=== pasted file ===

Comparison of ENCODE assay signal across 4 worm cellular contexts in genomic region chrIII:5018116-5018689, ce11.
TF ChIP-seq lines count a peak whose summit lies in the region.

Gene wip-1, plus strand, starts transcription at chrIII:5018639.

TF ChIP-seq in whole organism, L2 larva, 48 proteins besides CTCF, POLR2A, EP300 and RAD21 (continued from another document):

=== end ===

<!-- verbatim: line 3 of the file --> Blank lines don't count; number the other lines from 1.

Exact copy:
Gene wip-1, plus strand, starts transcription at chrIII:5018639.